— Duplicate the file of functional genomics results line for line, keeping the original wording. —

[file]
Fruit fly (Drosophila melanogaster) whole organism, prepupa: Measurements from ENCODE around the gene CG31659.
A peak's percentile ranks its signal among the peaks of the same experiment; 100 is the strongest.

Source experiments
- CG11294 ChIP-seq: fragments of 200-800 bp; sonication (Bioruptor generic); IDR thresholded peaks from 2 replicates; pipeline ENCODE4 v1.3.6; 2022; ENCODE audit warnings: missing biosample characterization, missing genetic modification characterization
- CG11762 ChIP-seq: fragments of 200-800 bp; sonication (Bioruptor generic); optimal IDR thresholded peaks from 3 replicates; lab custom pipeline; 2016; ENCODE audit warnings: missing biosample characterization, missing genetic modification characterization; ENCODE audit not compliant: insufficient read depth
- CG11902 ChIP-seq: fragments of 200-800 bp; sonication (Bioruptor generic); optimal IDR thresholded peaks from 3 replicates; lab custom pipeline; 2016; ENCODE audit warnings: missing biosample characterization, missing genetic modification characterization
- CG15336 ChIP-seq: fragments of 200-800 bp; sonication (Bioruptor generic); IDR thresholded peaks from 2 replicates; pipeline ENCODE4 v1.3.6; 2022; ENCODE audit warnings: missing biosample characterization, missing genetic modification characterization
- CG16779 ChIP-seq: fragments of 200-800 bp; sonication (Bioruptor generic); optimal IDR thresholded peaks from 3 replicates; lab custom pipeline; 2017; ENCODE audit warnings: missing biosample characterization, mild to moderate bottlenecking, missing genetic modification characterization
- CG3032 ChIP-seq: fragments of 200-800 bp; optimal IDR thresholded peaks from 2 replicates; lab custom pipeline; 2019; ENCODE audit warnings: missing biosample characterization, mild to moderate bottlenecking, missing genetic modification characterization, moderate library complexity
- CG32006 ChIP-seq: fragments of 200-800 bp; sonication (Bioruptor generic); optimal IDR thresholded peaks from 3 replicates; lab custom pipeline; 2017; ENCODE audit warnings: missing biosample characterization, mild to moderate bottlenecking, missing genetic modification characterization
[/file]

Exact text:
Fruit fly (Drosophila melanogaster) whole organism, prepupa: Measurements from ENCODE around the gene CG31659.
A peak's percentile ranks its signal among the peaks of the same experiment; 100 is the strongest.

Source experiments
- CG11294 ChIP-seq: fragments of 200-800 bp; sonication (Bioruptor generic); IDR thresholded peaks from 2 replicates; pipeline ENCODE4 v1.3.6; 2022; ENCODE audit warnings: missing biosample characterization, missing genetic modification characterization
- CG11762 ChIP-seq: fragments of 200-800 bp; sonication (Bioruptor generic); optimal IDR thresholded peaks from 3 replicates; lab custom pipeline; 2016; ENCODE audit warnings: missing biosample characterization, missing genetic modification characterization; ENCODE audit not compliant: insufficient read depth
- CG11902 ChIP-seq: fragments of 200-800 bp; sonication (Bioruptor generic); optimal IDR thresholded peaks from 3 replicates; lab custom pipeline; 2016; ENCODE audit warnings: missing biosample characterization, missing genetic modification characterization
- CG15336 ChIP-seq: fragments of 200-800 bp; sonication (Bioruptor generic); IDR thresholded peaks from 2 replicates; pipeline ENCODE4 v1.3.6; 2022; ENCODE audit warnings: missing biosample characterization, missing genetic modification characterization
- CG16779 ChIP-seq: fragments of 200-800 bp; sonication (Bioruptor generic); optimal IDR thresholded peaks from 3 replicates; lab custom pipeline; 2017; ENCODE audit warnings: missing biosample characterization, mild to moderate bottlenecking, missing genetic modification characterization
- CG3032 ChIP-seq: fragments of 200-800 bp; optimal IDR thresholded peaks from 2 replicates; lab custom pipeline; 2019; ENCODE audit warnings: missing biosample characterization, mild to moderate bottlenecking, missing genetic modification characterization, moderate library complexity
- CG32006 ChIP-seq: fragments of 200-800 bp; sonication (Bioruptor generic); optimal IDR thresholded peaks from 3 replicates; lab custom pipeline; 2017; ENCODE audit warnings: missing biosample characterization, mild to moderate bottlenecking, missing genetic modification characterization